While the attention of the US public and the news media here has been consumed (understandably enough) by the congressional debate over the economic stimulus plan, America’s war in Afghanistan has nearly collapsed because of logistical problems.
First, the Taliban destroyed a crucial bridge west of Peshawar over which NATO trucks traveled to the Khyber Pass and into Afghanistan. 75% of US and NATO supplies for the war effort in Afghanistan are offloaded at the Pakistani port of Karachi and sent by truck through the Khyber Pass into Afghanistan. Then the Taliban burned 10 trucks carrying such materiel, to demonstrate their control over the supply route of their enemy. The Taliban can accomplish these breathtaking operations against NATO in Pakistan in large part because Pakistani police and military forces are unwilling to risk much to help distant foreign America beat up their cousins. That reluctance is unlikely to change with any rapidity.
Well, you might say, there are other ways to get supplies to Afghanistan. But remember it is a landlocked country. Its neighbors with borders on the state are Pakistan, China, Iran, Turkmenistan, Uzbekistan, and Tajikistan; Kyrgyzstan is close enough to offer an air route. Pakistan is the most convenient route, and it may be at an end. China’s short border is up in the Himalayas and not useful for transport. Tajikistan is more remote than Afghanistan. The US does not have the kind of good relations with Iran that would allow use of that route for military purposes. A Turkmenistan route would depend on an Iran route, so that is out, too.
So what is left? Uzbekistan and (by air) Kyrgyzstan, that’s what.
More bad news. Kyrgyzstan has made a final decision to deny the US further use of the Manas military base, from which the US brought 500 tons of materiel into Afghanistan every month. It is charged that Russia used its new oil and gas wealth to bribe Kyrgyzstan to exclude the US, returning the area to its former status as a Russian sphere of influence. (Presumably this would also be payback for US and NATO expansion on Russia’s European and Caucasian borders).
Then there was one. The US has opened negotiations with Uzbekistan, which had given Washington use of a base 2002-2005 but ended that deal after it massacred protesters at Andizhon in 2005. Some Uzbeks charged that the US had promoted an “Orange Revolution” style uprising similar to the one in the Ukraine against Uzbek stongman Islam Karimov. But even if the US could get a stable relationship with Karimov, the Uzbeks are not offering to be the transit route for military materiel, only for nonlethal food, medicine and other items.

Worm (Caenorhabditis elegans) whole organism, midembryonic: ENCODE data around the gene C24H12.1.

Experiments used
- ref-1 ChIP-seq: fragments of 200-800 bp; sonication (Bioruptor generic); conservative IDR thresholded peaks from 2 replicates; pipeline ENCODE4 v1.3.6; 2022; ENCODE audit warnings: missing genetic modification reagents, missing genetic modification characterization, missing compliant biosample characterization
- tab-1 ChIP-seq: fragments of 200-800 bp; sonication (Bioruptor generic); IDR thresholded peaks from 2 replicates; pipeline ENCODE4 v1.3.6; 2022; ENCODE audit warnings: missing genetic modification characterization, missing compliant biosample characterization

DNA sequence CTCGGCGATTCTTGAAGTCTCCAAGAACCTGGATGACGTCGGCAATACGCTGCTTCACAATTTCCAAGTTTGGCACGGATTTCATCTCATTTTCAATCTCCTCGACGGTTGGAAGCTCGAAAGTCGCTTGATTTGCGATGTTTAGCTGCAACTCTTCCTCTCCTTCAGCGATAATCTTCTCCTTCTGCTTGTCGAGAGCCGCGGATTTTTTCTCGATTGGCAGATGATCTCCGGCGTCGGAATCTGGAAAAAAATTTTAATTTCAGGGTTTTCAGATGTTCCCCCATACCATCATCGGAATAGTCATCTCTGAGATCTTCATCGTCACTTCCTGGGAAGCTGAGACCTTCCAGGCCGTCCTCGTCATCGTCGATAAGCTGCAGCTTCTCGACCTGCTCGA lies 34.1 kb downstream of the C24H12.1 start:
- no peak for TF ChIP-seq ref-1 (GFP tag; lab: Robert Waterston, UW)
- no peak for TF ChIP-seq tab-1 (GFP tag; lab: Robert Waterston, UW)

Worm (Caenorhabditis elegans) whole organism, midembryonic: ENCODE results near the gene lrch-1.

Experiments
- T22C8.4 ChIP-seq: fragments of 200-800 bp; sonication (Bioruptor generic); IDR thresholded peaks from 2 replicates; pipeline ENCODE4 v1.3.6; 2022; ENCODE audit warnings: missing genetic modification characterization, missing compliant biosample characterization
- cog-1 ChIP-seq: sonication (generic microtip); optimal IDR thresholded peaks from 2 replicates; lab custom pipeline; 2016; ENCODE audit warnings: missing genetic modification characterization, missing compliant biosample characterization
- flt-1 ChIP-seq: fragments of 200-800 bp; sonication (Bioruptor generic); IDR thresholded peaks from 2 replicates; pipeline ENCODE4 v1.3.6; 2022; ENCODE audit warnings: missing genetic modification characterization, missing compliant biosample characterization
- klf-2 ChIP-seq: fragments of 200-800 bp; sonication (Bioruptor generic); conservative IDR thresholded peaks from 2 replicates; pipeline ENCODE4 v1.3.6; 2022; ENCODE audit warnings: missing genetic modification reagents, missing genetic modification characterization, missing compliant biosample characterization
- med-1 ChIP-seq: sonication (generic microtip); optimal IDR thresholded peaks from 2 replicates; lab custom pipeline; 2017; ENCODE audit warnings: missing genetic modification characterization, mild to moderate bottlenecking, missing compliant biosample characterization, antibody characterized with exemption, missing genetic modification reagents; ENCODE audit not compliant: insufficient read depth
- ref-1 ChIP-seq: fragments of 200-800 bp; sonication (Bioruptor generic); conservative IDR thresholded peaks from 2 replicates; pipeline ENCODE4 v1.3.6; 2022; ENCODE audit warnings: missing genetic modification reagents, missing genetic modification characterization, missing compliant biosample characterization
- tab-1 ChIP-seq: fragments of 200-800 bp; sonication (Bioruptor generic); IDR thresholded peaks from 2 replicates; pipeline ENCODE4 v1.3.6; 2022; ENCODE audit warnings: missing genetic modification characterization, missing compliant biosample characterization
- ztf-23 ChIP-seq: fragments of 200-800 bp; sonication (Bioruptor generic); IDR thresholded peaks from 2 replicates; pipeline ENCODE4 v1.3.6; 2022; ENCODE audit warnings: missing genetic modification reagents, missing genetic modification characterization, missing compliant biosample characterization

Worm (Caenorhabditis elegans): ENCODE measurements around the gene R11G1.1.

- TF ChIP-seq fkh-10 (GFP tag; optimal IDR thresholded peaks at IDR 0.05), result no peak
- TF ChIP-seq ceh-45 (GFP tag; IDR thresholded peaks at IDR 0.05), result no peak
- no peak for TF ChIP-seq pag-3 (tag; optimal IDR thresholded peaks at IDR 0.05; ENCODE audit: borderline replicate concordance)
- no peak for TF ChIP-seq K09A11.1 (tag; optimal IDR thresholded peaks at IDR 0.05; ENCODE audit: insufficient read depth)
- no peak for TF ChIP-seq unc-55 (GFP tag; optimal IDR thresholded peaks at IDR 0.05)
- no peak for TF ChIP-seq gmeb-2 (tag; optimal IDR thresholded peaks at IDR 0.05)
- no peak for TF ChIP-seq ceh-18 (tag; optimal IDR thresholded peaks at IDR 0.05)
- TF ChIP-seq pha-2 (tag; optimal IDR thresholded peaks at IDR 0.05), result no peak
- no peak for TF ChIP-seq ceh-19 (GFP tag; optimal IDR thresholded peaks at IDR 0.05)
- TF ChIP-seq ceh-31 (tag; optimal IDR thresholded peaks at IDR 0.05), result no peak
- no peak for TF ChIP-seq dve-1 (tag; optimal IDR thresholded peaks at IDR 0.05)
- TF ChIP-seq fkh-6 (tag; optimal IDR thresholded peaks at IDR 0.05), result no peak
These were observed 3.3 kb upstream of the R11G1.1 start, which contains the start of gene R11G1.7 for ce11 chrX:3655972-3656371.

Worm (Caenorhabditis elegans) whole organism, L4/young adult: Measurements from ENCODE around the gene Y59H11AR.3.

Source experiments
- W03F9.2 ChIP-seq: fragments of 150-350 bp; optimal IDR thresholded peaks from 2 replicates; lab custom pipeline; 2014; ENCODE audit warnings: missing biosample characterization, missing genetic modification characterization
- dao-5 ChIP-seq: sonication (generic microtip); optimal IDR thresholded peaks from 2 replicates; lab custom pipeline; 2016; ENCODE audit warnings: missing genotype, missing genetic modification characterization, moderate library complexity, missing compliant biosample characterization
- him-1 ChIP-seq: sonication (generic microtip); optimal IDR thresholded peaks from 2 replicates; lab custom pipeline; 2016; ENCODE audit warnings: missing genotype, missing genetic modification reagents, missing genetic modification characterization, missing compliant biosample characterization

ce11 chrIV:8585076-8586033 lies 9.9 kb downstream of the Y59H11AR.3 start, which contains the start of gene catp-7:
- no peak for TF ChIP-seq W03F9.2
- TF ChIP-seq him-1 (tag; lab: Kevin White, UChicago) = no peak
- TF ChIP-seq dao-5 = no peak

In the light of these logistical problems (which are absolutely central to the prospects for success of the Afghanistan War), and given that no clear, attainable, finite mission in Afghanistan has ever been enunciated by US civil or military leaders, it is no wonder that President Barack Obama is reported to be putting the “Afghan surge” or the sending of 30,000 new troops to Afghanistan on hold until a clearer mission can be formulated. TheTimes of London writes:
‘ The president was concerned by a lack of strategy at his first meeting with Gates and the US joint chiefs of staff last month in “the tank”, the secure conference room in the Pentagon. He asked: “What’s the endgame?” and did not receive a convincing answer. ‘
and adds, ‘Leading Democrats fear Afghanistan could become Obama’s “Vietnam quagmire”.’
Aljazeera English reports on the blocking of the supply routes in Pakistan used by NATO to send materiel to Afghanistan, by Taliban in Pakistan. Just a note on the high quality both of the report and the discussion, which includes former State Department South Asia analyst Marvin Weinbaum, former head of the Pakistani Inter-Services Intelligence Lt Gen (Ret.) Asad Durrani, and former Afghan/Taliban ambassador to Pakistan Mulla Abdul Salam Zaeef. You would almost never get this range of opinion in expert comment on such an issue on American corporate news. Aljazeera’s philosophy, of allowing all sides of an issue to be heard, seems to me far superior to the American approach of having a US centrist debate a US far-right conservative about foreign policy (typically even an American left voice is absent over here).
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